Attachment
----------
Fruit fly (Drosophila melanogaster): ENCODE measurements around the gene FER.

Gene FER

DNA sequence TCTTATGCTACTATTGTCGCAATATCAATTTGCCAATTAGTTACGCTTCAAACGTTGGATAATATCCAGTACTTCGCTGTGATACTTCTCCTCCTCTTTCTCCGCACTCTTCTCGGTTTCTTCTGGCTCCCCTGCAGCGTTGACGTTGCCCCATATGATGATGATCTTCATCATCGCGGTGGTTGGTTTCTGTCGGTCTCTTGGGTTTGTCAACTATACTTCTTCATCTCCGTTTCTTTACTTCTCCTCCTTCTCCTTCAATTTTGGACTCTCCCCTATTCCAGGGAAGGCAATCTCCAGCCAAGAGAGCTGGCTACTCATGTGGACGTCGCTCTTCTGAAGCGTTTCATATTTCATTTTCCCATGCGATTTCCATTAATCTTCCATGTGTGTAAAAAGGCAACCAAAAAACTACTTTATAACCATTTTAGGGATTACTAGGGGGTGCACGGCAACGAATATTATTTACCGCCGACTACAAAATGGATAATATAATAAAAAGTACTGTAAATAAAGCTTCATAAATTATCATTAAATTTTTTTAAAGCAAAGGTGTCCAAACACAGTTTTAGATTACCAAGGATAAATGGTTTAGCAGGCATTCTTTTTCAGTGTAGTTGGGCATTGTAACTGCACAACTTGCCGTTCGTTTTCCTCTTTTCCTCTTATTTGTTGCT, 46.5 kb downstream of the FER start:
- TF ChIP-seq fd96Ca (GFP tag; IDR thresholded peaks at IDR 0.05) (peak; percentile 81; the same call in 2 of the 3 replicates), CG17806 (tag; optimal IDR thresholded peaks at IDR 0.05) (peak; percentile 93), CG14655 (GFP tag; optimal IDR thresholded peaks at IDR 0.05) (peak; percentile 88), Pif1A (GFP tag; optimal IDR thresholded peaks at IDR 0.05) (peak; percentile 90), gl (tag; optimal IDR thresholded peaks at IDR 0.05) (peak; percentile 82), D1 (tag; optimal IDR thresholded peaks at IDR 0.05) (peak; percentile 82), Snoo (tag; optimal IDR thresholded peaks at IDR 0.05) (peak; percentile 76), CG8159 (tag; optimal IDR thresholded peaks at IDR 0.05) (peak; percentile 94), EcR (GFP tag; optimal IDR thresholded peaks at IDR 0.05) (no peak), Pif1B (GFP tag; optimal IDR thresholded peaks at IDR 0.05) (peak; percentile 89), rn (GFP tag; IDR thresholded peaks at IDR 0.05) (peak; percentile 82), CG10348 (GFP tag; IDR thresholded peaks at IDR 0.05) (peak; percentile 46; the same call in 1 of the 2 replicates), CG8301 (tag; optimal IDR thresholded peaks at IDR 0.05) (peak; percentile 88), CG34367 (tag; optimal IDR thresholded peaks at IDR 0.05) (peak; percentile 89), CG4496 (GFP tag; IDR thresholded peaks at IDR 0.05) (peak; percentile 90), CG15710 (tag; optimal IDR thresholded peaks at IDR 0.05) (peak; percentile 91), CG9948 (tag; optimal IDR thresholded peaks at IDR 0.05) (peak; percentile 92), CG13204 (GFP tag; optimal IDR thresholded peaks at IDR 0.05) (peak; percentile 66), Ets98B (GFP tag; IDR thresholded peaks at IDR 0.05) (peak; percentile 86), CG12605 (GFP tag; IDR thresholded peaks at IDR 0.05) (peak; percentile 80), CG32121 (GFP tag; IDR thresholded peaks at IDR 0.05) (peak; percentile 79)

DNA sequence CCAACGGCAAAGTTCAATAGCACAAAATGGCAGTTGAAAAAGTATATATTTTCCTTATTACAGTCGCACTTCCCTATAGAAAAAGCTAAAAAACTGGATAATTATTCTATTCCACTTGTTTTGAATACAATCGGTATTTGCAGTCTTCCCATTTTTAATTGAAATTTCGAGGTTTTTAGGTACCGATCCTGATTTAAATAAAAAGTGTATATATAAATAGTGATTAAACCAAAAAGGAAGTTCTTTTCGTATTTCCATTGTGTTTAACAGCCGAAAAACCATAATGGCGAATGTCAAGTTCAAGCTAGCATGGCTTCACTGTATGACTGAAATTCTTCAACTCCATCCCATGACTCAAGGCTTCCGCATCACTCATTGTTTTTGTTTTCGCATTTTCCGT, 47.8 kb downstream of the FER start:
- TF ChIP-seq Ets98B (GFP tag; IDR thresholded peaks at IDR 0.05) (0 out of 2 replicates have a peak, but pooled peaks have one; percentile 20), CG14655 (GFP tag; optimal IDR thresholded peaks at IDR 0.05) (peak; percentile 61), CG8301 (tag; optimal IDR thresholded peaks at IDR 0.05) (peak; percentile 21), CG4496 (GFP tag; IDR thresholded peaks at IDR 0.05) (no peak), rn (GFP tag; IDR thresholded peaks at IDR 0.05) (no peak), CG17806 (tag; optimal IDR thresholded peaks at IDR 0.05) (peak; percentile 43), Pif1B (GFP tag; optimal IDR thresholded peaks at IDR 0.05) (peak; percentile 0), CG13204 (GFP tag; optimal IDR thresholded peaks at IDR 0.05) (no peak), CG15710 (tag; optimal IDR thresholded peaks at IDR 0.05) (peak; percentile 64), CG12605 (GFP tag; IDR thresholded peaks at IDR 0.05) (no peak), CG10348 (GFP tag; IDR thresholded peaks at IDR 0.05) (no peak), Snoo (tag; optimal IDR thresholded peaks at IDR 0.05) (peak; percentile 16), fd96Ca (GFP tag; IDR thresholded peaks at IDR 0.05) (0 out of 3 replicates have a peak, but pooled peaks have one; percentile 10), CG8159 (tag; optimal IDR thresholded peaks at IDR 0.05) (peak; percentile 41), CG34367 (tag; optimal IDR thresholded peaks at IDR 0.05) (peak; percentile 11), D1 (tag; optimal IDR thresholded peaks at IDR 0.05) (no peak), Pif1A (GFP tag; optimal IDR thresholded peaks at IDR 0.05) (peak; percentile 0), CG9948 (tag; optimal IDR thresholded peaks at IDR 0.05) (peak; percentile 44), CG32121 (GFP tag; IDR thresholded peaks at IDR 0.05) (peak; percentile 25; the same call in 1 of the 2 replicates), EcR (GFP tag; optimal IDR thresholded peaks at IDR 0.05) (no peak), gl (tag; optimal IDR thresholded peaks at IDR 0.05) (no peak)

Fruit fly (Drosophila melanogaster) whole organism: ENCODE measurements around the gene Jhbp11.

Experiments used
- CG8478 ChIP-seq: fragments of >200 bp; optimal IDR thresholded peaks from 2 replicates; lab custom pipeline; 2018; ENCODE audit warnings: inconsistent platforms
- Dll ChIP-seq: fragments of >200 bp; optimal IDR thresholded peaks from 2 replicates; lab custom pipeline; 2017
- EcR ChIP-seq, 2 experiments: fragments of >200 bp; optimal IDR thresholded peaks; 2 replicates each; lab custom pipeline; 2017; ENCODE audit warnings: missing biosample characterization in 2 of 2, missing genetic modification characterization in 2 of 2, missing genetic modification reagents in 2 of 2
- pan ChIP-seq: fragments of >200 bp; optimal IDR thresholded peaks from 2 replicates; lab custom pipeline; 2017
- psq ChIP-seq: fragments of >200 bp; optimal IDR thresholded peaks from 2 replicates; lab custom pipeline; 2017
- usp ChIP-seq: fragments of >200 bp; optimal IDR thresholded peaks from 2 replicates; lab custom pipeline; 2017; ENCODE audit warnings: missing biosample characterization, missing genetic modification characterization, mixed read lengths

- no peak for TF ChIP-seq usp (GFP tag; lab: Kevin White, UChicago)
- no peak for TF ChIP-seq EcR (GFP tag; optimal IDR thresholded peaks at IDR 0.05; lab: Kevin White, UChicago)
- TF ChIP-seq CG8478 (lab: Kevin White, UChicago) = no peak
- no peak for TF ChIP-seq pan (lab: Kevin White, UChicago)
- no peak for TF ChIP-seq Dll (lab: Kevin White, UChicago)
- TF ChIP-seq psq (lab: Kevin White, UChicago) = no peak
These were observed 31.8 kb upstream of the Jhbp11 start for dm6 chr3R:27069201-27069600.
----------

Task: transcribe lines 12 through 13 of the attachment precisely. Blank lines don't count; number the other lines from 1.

- pan ChIP-seq: fragments of >200 bp; optimal IDR thresholded peaks from 2 replicates; lab custom pipeline; 2017
- psq ChIP-seq: fragments of >200 bp; optimal IDR thresholded peaks from 2 replicates; lab custom pipeline; 2017